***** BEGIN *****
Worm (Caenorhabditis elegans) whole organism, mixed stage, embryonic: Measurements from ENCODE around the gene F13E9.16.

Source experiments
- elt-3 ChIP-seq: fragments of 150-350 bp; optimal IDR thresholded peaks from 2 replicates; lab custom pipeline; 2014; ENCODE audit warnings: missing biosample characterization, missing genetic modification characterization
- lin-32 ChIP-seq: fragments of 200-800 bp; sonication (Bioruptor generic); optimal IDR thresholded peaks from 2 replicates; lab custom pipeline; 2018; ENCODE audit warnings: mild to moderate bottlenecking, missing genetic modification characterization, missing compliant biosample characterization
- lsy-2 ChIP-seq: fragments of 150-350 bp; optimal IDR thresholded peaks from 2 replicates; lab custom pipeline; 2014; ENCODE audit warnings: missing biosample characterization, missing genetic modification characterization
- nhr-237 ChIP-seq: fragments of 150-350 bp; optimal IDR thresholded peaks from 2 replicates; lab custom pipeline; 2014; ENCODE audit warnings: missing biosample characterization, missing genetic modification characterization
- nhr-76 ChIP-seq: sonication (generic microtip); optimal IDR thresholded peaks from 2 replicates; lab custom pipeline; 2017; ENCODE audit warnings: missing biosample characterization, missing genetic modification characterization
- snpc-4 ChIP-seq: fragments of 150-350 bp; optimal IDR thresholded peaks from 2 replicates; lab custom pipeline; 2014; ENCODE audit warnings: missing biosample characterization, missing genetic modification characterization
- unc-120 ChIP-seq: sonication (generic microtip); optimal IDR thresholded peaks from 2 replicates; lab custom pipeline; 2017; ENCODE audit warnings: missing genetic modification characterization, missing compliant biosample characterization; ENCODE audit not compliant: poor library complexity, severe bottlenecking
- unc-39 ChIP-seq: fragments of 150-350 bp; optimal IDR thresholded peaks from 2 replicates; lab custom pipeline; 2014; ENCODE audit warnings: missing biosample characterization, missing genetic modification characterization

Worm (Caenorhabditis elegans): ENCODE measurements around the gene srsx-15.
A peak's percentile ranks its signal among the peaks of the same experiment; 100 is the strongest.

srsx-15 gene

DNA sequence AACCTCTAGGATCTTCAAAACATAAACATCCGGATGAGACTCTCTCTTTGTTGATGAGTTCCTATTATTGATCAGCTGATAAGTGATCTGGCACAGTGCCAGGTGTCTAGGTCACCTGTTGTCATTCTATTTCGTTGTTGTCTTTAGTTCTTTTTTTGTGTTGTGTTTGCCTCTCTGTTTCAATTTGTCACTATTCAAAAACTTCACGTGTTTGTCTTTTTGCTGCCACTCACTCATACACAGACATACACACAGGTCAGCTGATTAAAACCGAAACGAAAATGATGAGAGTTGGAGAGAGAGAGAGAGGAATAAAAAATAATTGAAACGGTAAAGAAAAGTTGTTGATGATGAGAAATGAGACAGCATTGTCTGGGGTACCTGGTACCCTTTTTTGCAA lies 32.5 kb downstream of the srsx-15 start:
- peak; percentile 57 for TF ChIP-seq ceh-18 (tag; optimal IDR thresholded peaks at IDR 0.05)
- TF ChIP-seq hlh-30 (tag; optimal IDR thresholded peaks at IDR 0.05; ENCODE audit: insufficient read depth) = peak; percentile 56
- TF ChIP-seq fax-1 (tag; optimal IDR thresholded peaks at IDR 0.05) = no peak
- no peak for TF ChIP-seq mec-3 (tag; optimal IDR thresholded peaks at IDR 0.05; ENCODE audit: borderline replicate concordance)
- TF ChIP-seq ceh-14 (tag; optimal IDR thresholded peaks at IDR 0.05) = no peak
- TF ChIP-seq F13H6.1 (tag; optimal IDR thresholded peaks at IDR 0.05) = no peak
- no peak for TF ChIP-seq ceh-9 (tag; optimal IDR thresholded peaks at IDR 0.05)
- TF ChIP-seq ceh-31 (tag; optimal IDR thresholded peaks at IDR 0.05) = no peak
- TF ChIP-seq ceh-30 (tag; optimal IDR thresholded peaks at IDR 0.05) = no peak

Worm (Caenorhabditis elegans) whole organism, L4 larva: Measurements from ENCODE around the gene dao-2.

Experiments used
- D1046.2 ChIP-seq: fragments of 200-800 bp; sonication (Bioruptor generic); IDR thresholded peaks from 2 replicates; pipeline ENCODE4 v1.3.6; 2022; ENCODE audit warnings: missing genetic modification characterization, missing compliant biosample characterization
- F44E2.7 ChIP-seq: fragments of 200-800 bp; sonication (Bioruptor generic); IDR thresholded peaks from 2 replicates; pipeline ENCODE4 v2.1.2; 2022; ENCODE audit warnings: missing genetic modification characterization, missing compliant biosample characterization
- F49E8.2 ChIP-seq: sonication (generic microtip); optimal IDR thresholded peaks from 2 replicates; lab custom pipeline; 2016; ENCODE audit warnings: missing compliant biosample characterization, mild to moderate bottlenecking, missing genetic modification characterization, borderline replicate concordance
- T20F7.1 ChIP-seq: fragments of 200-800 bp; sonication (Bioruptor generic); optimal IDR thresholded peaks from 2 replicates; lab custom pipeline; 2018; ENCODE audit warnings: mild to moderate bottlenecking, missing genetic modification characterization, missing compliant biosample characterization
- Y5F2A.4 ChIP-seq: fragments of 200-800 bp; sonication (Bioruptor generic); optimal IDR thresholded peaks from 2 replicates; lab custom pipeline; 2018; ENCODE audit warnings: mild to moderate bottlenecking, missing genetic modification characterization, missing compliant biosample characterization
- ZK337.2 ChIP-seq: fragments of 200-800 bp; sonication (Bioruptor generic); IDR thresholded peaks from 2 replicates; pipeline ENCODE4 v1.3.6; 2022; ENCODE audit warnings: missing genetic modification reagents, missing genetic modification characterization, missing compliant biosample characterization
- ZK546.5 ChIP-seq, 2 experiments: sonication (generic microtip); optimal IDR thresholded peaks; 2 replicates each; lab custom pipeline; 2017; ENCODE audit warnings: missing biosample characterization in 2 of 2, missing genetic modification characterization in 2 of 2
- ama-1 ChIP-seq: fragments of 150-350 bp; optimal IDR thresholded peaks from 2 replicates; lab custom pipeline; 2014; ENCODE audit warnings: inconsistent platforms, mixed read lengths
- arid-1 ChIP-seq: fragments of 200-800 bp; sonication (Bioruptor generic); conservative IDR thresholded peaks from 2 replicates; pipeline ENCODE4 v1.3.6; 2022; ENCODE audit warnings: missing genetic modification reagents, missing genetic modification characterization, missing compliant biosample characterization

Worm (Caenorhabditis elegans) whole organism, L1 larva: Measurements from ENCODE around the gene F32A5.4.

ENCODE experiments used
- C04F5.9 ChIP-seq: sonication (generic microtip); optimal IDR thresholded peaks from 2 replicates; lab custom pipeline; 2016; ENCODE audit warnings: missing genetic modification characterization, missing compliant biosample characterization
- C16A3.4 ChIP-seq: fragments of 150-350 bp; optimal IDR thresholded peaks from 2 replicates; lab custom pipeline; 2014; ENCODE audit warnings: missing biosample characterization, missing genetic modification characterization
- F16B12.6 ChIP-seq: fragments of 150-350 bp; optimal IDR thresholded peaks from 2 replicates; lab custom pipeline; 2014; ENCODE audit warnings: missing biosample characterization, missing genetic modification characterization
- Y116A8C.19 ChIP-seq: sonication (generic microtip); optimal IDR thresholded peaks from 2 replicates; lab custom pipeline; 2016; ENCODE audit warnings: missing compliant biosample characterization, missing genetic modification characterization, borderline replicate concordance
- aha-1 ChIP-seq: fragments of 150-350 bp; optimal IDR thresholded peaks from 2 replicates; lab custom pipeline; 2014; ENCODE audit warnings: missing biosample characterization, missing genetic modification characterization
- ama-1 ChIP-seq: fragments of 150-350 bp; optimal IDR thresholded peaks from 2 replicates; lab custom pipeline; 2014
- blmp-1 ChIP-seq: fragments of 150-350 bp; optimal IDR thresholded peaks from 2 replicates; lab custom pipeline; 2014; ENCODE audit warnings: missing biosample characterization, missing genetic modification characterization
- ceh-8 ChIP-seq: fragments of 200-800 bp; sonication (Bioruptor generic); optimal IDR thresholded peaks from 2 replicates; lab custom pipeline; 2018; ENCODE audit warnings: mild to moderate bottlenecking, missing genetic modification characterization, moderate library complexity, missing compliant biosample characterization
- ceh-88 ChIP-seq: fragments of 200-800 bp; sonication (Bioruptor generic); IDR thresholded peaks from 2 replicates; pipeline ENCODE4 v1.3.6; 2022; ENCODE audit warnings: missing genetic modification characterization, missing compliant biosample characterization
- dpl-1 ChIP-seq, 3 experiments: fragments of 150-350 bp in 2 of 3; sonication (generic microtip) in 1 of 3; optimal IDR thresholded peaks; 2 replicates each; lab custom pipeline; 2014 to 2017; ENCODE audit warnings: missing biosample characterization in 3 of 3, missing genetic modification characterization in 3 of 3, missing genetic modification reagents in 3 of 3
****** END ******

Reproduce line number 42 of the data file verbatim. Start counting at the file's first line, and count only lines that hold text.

- ama-1 ChIP-seq: fragments of 150-350 bp; optimal IDR thresholded peaks from 2 replicates; lab custom pipeline; 2014